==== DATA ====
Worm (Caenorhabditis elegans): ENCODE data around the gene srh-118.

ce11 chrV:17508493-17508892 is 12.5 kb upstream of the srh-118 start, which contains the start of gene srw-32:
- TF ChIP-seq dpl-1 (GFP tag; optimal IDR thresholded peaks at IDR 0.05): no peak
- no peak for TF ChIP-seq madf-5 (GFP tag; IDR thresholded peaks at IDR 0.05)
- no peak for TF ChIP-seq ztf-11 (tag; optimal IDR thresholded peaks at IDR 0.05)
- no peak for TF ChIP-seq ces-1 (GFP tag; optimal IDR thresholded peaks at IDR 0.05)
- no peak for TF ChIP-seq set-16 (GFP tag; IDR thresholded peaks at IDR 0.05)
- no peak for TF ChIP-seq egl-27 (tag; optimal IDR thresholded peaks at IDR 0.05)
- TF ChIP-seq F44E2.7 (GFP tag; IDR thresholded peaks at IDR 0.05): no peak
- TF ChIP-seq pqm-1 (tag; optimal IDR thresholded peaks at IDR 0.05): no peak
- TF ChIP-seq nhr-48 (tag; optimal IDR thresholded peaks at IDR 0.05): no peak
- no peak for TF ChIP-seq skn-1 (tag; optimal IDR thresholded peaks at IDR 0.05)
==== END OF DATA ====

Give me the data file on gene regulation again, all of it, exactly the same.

Worm (Caenorhabditis elegans): ENCODE data around the gene srh-118.

ce11 chrV:17508493-17508892 is 12.5 kb upstream of the srh-118 start, which contains the start of gene srw-32:
- TF ChIP-seq dpl-1 (GFP tag; optimal IDR thresholded peaks at IDR 0.05): no peak
- no peak for TF ChIP-seq madf-5 (GFP tag; IDR thresholded peaks at IDR 0.05)
- no peak for TF ChIP-seq ztf-11 (tag; optimal IDR thresholded peaks at IDR 0.05)
- no peak for TF ChIP-seq ces-1 (GFP tag; optimal IDR thresholded peaks at IDR 0.05)
- no peak for TF ChIP-seq set-16 (GFP tag; IDR thresholded peaks at IDR 0.05)
- no peak for TF ChIP-seq egl-27 (tag; optimal IDR thresholded peaks at IDR 0.05)
- TF ChIP-seq F44E2.7 (GFP tag; IDR thresholded peaks at IDR 0.05): no peak
- TF ChIP-seq pqm-1 (tag; optimal IDR thresholded peaks at IDR 0.05): no peak
- TF ChIP-seq nhr-48 (tag; optimal IDR thresholded peaks at IDR 0.05): no peak
- no peak for TF ChIP-seq skn-1 (tag; optimal IDR thresholded peaks at IDR 0.05)